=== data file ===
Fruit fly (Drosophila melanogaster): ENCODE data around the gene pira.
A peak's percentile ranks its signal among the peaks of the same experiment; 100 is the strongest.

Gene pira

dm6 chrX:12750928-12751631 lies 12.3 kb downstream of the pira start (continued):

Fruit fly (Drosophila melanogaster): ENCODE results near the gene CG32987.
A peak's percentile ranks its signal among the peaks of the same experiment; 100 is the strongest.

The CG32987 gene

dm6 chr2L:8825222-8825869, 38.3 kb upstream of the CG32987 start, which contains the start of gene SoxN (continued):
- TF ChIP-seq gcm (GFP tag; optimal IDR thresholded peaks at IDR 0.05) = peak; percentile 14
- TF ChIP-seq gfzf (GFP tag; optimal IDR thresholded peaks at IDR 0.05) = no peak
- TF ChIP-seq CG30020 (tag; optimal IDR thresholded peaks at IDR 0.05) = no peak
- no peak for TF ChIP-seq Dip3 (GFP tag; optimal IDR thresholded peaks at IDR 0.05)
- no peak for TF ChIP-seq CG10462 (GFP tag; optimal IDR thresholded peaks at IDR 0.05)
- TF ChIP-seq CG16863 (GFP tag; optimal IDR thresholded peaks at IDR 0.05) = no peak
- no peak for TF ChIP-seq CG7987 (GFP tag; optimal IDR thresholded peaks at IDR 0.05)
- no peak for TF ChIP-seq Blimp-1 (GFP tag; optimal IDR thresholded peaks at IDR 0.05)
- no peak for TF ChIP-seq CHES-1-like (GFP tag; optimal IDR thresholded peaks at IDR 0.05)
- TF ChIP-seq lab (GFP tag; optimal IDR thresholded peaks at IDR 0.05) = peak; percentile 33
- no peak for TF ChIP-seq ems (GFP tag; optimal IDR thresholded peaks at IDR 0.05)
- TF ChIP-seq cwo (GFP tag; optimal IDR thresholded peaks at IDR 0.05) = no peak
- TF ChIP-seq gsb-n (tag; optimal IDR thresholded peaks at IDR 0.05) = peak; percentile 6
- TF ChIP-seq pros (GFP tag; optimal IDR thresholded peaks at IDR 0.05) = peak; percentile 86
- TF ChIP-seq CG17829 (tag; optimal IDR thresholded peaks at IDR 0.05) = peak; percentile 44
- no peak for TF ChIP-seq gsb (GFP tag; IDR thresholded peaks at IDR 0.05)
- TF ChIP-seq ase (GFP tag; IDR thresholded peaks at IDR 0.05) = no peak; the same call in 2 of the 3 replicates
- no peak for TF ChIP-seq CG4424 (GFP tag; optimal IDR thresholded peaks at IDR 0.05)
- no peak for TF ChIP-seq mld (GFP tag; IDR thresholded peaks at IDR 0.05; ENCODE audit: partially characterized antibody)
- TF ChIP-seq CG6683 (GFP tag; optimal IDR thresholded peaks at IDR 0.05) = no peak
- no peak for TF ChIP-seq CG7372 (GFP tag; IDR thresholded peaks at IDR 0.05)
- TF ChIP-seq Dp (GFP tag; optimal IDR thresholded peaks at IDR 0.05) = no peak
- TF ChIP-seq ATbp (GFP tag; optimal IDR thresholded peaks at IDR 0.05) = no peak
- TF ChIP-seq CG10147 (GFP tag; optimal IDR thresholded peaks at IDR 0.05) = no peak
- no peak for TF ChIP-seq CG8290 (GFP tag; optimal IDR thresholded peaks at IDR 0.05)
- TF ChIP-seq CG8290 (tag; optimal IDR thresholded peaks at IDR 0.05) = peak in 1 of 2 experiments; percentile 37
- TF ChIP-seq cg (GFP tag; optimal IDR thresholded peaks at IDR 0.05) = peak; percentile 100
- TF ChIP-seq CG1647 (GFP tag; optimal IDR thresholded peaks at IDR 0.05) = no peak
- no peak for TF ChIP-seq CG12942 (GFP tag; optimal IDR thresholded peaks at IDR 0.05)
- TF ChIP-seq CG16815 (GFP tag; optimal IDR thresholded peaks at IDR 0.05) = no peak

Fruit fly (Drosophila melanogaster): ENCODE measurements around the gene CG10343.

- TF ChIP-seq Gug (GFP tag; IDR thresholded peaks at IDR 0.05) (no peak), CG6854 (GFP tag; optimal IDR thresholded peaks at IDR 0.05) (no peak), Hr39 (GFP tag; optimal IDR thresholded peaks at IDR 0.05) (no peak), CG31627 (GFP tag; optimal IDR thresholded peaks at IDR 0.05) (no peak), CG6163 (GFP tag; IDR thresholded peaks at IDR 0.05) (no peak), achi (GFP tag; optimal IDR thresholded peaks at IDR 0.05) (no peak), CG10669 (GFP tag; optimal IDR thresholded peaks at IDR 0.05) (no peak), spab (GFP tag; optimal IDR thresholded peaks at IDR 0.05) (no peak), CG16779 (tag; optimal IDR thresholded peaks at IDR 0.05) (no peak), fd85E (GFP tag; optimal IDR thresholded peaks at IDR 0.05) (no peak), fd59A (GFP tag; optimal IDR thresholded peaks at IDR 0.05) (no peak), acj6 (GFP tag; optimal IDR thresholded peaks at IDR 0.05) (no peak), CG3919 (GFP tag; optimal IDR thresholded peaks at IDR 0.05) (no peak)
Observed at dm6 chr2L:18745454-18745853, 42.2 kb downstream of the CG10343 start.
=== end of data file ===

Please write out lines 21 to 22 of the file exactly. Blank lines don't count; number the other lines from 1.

- TF ChIP-seq gsb-n (tag; optimal IDR thresholded peaks at IDR 0.05) = peak; percentile 6
- TF ChIP-seq pros (GFP tag; optimal IDR thresholded peaks at IDR 0.05) = peak; percentile 86